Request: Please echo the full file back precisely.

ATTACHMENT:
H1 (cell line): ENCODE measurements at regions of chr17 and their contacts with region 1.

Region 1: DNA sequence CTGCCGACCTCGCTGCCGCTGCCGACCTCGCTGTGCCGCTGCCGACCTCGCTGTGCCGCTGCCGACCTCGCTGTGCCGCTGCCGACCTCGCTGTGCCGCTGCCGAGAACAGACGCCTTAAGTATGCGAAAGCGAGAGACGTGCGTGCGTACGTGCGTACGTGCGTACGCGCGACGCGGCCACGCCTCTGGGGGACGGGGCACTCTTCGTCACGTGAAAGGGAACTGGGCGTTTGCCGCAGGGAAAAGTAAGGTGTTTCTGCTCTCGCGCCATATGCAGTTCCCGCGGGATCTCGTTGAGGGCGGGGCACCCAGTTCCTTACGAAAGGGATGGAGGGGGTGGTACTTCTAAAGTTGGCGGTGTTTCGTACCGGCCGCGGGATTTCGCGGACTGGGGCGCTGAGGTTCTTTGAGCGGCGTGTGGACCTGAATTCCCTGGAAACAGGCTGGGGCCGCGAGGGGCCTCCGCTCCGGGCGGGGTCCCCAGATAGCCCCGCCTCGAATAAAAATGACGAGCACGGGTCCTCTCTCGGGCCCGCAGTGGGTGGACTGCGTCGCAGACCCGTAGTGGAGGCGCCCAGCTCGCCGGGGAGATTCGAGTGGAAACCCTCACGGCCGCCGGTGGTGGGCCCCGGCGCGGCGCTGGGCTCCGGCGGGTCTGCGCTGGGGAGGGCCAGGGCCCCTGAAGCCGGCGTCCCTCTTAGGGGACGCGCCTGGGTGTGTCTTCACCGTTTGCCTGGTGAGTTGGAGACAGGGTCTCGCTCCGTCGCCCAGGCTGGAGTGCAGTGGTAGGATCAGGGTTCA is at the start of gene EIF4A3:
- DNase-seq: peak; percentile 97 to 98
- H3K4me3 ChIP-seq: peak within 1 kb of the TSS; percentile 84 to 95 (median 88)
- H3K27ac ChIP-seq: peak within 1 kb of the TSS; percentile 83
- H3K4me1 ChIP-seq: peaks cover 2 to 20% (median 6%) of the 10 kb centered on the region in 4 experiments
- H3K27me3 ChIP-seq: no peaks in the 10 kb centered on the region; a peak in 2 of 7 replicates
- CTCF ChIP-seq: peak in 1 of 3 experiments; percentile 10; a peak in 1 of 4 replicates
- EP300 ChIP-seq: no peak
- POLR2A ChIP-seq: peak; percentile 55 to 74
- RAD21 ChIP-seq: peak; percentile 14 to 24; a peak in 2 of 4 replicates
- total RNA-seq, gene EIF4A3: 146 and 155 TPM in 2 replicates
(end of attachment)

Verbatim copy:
H1 (cell line): ENCODE measurements at regions of chr17 and their contacts with region 1.

Region 1: DNA sequence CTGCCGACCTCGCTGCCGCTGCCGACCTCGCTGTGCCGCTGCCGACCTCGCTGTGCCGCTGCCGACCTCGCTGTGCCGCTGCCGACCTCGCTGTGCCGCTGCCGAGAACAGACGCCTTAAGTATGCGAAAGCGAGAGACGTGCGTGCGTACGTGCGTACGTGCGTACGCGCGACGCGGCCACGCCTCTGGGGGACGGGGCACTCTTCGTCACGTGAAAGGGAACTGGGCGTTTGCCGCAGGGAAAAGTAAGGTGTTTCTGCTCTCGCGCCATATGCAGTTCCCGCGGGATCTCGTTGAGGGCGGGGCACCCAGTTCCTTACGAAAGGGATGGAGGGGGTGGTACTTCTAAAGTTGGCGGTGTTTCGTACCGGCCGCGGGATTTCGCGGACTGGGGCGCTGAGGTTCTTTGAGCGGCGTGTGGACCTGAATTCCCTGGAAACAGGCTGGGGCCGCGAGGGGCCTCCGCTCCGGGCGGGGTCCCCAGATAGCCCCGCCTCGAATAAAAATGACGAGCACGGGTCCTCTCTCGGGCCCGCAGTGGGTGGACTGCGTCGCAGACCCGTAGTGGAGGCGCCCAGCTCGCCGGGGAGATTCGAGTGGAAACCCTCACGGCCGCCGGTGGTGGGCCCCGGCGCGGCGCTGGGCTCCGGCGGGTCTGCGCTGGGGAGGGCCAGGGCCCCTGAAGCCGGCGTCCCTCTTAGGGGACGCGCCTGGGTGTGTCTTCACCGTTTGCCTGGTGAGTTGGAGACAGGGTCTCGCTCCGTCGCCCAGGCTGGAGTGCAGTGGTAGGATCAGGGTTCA is at the start of gene EIF4A3:
- DNase-seq: peak; percentile 97 to 98
- H3K4me3 ChIP-seq: peak within 1 kb of the TSS; percentile 84 to 95 (median 88)
- H3K27ac ChIP-seq: peak within 1 kb of the TSS; percentile 83
- H3K4me1 ChIP-seq: peaks cover 2 to 20% (median 6%) of the 10 kb centered on the region in 4 experiments
- H3K27me3 ChIP-seq: no peaks in the 10 kb centered on the region; a peak in 2 of 7 replicates
- CTCF ChIP-seq: peak in 1 of 3 experiments; percentile 10; a peak in 1 of 4 replicates
- EP300 ChIP-seq: no peak
- POLR2A ChIP-seq: peak; percentile 55 to 74
- RAD21 ChIP-seq: peak; percentile 14 to 24; a peak in 2 of 4 replicates
- total RNA-seq, gene EIF4A3: 146 and 155 TPM in 2 replicates